For 11 seasons, Mark Cuban, Lori Grenier, Kevin O'Leary and the cast of "Shark Tank" have struck deals from a cozy studio outside of Los Angeles. However, for the upcoming season, due to COVID-19 restrictions in their normal hunting ground, the money-hungry sharks are swimming in new waters.
On Oct. 16, the popular ABC show returns to the air with 14 new episodes for its 12th season, all of which were filmed over the summer from The Venetian Resort in Las Vegas.
In an interview with Wonderwall.com, Venetian President and COO George Markantonis spoke about creating one million square feet of space to accommodate the Shark Tank bubble amid the COVID-19 pandemic, and how the hotel, which was open to the public during filming, managed to safely isolate the 250 people involved in creating the show.
"Our main objective from the beginning was to ensure the wellness and safety of all involved," George said. "Thanks to our 'Venetian Clean' protocols that have been in place since the resort reopened in June, and which comprise more than 800 health safety initiatives we have implemented, we were able to achieve our goal."
In all, about one-third of the hotel's Palazzo tower was sealed off for production. To prevent cast and crew from coming into contact with anyone outside the bubble, the hotel had elevator banks dedicated to the show, and it even created a lengthy walkway — walled off from the rest of the hotel guests — that went to-and-from the actual "Shark Tank" filming location.
In order to make sure the bubble wasn't compromised, cast, crew and aspiring entrepreneurs were tested before traveling to Las Vegas and upon arrival in the city. Then, they were forced to quarantine until a negative COVID result came back. In addition, a COVID safety officer and medical advisor were onsite throughout the two-month duration of filming, and all production members and hotel employees were tested weekly to ensure a safe filming location. Even the chefs who prepared meals for the show's production were tested weekly.
"Thanks to reliable testing with a quick turnaround, one of the greatest challenges posed was made manageable," George said.
At no point during the August-September shoot did the "Sharks" or anyone involved with the production cross paths with other hotels guests or anyone outside of the bubble.
"Everyone was isolated from each other at the hotel when not in production. On set, everyone wore PPE, except while on camera, and strict social distancing was maintained at all times," George said, noting the Sharks' boardroom chairs were spaced far apart.
In Instagram videos posted by the cast, the new set look was mentioned.
"We're back for Shark Tank," Mark said in an Aug. 5 Instagram message from within the bubble. "A little social distancing, a little different, but it's going to be good. Deals have been crazy. Crazy time, but we gotta set an example. We're back."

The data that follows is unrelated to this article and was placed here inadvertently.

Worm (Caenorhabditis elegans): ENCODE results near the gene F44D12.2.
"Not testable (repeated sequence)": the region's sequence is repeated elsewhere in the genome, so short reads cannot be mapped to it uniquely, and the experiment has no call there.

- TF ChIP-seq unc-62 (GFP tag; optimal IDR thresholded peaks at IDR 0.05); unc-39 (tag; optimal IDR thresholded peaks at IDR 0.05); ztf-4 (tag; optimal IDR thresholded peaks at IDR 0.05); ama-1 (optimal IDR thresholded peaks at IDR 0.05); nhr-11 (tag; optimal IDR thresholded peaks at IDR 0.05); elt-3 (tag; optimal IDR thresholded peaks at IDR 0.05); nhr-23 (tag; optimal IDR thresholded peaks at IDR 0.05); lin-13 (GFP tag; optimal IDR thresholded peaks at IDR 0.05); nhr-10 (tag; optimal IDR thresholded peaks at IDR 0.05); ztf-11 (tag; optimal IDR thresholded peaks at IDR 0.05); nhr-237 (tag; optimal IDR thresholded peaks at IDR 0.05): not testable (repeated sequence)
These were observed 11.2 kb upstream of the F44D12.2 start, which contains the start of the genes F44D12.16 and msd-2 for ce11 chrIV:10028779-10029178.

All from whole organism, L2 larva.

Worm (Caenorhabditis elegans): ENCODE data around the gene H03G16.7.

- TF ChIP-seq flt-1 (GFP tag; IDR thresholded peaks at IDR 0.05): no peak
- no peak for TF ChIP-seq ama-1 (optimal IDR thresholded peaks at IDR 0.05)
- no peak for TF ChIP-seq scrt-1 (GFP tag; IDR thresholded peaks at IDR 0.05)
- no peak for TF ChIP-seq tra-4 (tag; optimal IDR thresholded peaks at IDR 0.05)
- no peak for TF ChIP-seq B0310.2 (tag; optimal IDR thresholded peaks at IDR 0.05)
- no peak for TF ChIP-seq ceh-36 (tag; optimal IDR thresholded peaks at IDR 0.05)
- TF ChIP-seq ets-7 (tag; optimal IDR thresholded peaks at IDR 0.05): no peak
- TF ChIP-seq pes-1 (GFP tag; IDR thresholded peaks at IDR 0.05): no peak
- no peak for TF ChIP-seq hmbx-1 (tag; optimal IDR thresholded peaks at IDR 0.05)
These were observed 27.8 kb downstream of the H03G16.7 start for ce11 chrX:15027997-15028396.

In several Instagram videos, Lori spoke about the precautions being taken while holding up a face shield, which she said the cast wears everywhere they go.
"We are one of the first shows to get out and shoot during these times, and The Venetian has been amazing," she said in a separate Instagram video posted to her Story on Oct. 15. "They created a bubble where we are all within one environment safety together. Of course we're being tested, and [there are] a lot of restrictions."
Living in a bubble for more than two months was likely more difficult than actually creating it. Vegas hotels are known for being extremely versatile due to their size and their ample convention space. The Venetian campus, for instance, encompasses 18 million square feet. "So it was easy for us to allocate the 1 million square feet needed to create this bubble," George said.
"Shark Tank" is not the only TV show to resume production in a bubble environment. Earlier this week, "Jersey Shore: Family Vacation" announced it was filming in a sequestered environment; and just down the road from The Venetian, CBS filmed "Love Island" at the Cromwell in Vegas. Multiple sports leagues have had success in isolated environments. The way George sees it, bubble filming might be the new norm for the time being.
"If there's anything we've learned this year, it's the importance of shifting our mindset and the way of doing things so that we can meet the demands of our external circumstances," he said. "In addition to this production, we've seen bubbles work well for the NBA, NHL and elsewhere. Las Vegas in particular is well positioned to accommodate productions like this given our wealth of space and amenities. Because this went so smoothly, we're confident that we're well prepared to welcome future productions as well as groups of varied sizes in the near future for meetings and conventions."